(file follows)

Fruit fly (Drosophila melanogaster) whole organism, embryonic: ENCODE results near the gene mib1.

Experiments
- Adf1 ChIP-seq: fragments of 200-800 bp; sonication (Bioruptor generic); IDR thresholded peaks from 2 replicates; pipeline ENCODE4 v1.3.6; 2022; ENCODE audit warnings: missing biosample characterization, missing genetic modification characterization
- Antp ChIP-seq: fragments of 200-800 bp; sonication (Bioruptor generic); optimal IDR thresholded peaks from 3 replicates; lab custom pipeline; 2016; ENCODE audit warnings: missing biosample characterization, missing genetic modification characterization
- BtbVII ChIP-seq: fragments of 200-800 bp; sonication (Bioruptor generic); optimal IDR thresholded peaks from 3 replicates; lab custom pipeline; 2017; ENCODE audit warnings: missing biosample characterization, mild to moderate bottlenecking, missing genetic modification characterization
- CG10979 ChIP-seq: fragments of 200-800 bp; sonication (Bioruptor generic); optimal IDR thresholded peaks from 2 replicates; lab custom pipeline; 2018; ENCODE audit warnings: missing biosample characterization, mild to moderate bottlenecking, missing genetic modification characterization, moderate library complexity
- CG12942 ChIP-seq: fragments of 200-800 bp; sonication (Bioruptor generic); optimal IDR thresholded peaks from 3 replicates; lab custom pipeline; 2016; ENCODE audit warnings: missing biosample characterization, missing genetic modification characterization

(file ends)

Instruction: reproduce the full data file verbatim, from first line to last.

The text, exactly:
Fruit fly (Drosophila melanogaster) whole organism, embryonic: ENCODE results near the gene mib1.

Experiments
- Adf1 ChIP-seq: fragments of 200-800 bp; sonication (Bioruptor generic); IDR thresholded peaks from 2 replicates; pipeline ENCODE4 v1.3.6; 2022; ENCODE audit warnings: missing biosample characterization, missing genetic modification characterization
- Antp ChIP-seq: fragments of 200-800 bp; sonication (Bioruptor generic); optimal IDR thresholded peaks from 3 replicates; lab custom pipeline; 2016; ENCODE audit warnings: missing biosample characterization, missing genetic modification characterization
- BtbVII ChIP-seq: fragments of 200-800 bp; sonication (Bioruptor generic); optimal IDR thresholded peaks from 3 replicates; lab custom pipeline; 2017; ENCODE audit warnings: missing biosample characterization, mild to moderate bottlenecking, missing genetic modification characterization
- CG10979 ChIP-seq: fragments of 200-800 bp; sonication (Bioruptor generic); optimal IDR thresholded peaks from 2 replicates; lab custom pipeline; 2018; ENCODE audit warnings: missing biosample characterization, mild to moderate bottlenecking, missing genetic modification characterization, moderate library complexity
- CG12942 ChIP-seq: fragments of 200-800 bp; sonication (Bioruptor generic); optimal IDR thresholded peaks from 3 replicates; lab custom pipeline; 2016; ENCODE audit warnings: missing biosample characterization, missing genetic modification characterization